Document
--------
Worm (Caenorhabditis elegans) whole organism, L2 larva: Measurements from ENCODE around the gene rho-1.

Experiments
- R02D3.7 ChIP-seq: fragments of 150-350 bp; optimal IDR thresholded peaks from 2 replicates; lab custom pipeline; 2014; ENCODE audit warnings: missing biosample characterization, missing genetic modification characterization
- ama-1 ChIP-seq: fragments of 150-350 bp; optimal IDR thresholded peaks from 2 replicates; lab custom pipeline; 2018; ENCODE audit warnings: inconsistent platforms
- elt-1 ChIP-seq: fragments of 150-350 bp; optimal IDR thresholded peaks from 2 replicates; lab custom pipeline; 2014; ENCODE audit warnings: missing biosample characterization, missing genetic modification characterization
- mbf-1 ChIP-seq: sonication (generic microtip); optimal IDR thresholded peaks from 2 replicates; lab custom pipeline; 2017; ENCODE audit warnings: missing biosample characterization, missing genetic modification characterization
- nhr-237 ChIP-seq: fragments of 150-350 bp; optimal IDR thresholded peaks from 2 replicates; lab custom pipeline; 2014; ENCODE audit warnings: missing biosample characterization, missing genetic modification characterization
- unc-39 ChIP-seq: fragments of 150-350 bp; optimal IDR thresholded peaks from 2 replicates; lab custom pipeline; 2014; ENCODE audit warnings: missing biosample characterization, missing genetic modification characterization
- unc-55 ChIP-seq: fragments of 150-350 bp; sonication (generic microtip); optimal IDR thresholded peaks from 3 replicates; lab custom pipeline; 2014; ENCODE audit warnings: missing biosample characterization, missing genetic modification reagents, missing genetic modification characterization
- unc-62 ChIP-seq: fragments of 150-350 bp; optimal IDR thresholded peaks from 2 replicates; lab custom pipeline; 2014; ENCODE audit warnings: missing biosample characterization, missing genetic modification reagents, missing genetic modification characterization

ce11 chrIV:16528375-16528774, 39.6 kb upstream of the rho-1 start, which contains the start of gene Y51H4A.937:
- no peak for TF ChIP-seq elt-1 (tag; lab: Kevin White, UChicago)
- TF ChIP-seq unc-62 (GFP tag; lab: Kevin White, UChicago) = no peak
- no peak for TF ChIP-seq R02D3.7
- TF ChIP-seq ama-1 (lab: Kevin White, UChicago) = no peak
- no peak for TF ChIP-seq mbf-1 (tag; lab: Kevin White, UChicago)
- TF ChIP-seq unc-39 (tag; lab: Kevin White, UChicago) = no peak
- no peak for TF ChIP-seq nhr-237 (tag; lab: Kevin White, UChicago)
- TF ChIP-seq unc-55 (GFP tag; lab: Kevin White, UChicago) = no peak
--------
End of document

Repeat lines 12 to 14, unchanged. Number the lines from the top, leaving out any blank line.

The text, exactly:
- no peak for TF ChIP-seq elt-1 (tag; lab: Kevin White, UChicago)
- TF ChIP-seq unc-62 (GFP tag; lab: Kevin White, UChicago) = no peak
- no peak for TF ChIP-seq R02D3.7